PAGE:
Unpack key topics that impact banking, investing, financial services and the wider economy in this award-winning explainer series.
As consumers, we've become accustomed to buying and paying for just about anything through our phones. Ordering a shirt online and checking out through stored credit card details, renting a movie on your TV to watch immediately, scrolling through restaurant menus on a delivery app, and eating on your couch in minutes.
These uninterrupted experiences in our personal lives are driving the demand for the same seamlessness in business transactions, particularly when it comes to automating corporate treasury. This function manages all aspects of payments and liquidity for a company and has always involved a lot of paper, spreadsheets, and legacy systems. So what does its digital transformation look like?
This is Digital Treasury Unpacked.
Digitizing cash management has become critical as businesses look to gain market advantage and hit business targets while ensuring customer expectations for a great experience, fast transactions, ease of use, and data insights.
Digital needs can vary based on the company's age and how it operates. Does it have multiple cash management platforms? Have these been modernized over time? Does the company operate internationally? A global e-commerce company could be looking for a daily view of its cash balances across international accounts, or a food delivery operator wants to pay its drivers instantly in a certain currency, or a utility company wants to offer customers an electronic option for paying their bills, like using an e-wallet rather than writing a check.
But digitization isn't just about evolving for the future. It's also about business resiliency. Historically, many of the tasks performed by a company's treasury team have been manual. They require multiple authentication devices, various spreadsheets, and excessive time spent crosschecking incoming and outgoing payments to make sure that everything matches up with account statements.
Corporate treasurers wanted better visibility to data. Many companies have various bank partners, making it harder to see a consolidated view of their accounts. Also, many have adopted multiple internal systems over the years that aren't compatible. Having automated access to information like foreign exchange rates, cash balances, and currency reserves is critical for decision making, particularly in such a fast moving market environment when data can become outdated in minutes, or even seconds, like during the COVID-19 pandemic.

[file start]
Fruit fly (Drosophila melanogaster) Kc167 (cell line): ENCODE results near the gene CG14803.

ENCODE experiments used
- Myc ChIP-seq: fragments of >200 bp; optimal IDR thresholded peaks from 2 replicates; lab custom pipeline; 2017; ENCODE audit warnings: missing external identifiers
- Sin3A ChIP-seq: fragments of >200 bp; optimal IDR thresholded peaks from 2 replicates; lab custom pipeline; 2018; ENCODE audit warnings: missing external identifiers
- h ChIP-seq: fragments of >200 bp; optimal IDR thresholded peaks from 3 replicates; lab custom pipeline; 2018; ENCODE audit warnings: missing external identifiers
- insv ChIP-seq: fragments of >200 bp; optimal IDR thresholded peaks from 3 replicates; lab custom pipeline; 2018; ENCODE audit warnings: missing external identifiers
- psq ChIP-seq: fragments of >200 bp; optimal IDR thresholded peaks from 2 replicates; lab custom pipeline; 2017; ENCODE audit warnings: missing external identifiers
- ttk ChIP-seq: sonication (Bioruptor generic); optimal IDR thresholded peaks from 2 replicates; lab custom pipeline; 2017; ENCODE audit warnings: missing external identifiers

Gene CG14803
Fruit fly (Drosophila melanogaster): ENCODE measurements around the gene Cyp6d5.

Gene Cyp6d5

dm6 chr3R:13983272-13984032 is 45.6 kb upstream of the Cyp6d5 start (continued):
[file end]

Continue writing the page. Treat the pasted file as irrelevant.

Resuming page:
For example, global companies often experience foreign exchange mismatch. Accounts are set up in one currency, but incoming payments enter the account in another currency. Different foreign exchange rates can impact the amount that settles into the account and companies used to spend time researching rate changes to correct the discrepancy. Now they can access digitized, up-to-date rates for automated corrections.
Other top requests include a digital method of reconciling payments and forecasting cash flow to help companies plan for different market scenarios. To automate any of this, access to up-to-date data is the critical first step, and Application Programming Interfaces, or APIs, are playing an increasingly bigger role in this.
In the past few years, APIs have rapidly grown as a way to speed up innovation and help digitize traditional pain points in the corporate treasury space, all through automation. We all use APIs every day, even if you don't realize it. Like a mobile savings app pulling your account balances across different banks into one view. An API makes that happen. Or a ride sharing app connecting you with a driver based on your location. That's also an API.
APIs enable two different systems to connect and communicate securely. There are two main types of APIs. Data APIs automatically retrieve information, like account balances. Process APIs trigger a service, like initiating a payment. For example, a company reaches out to their bank with a request to see a daily view of their account balance each morning.
The requester's identity is authenticated through an API and a digital token is provided to securely access the information. Through this API, the bank provides the data directly to the company's treasury management system in real time. Without an API, this would all happen manually and could take up to three days. As consumers demand easier and faster experiences, an increasing number of businesses are expected to ramp up their treasury digitization plans to quickly meet demand.
Consumers demand seamless digital transactions in their personal lives, but how does this uninterrupted experience translate to the corporate world and what part does digital treasury play? Learn how the transition from paper to automated cash management is driving business growth and resiliency.
The material contained herein is intended as a general market and/or economic commentary and is not intended to constitute financial or investment advice. Any views or opinions expressed herein are solely those of the speakers and do not reflect the views of and opinions of JPMorgan Chase. This information in no way constitutes JPMorgan Chase research and should not be treated as such. Further, the views expressed herein may differ from that contained in JPMorgan Chase research reports. The information herein has been obtained from sources deemed to be reliable, but JPMorgan Chase makes no representation or warranty as to its accuracy or completeness.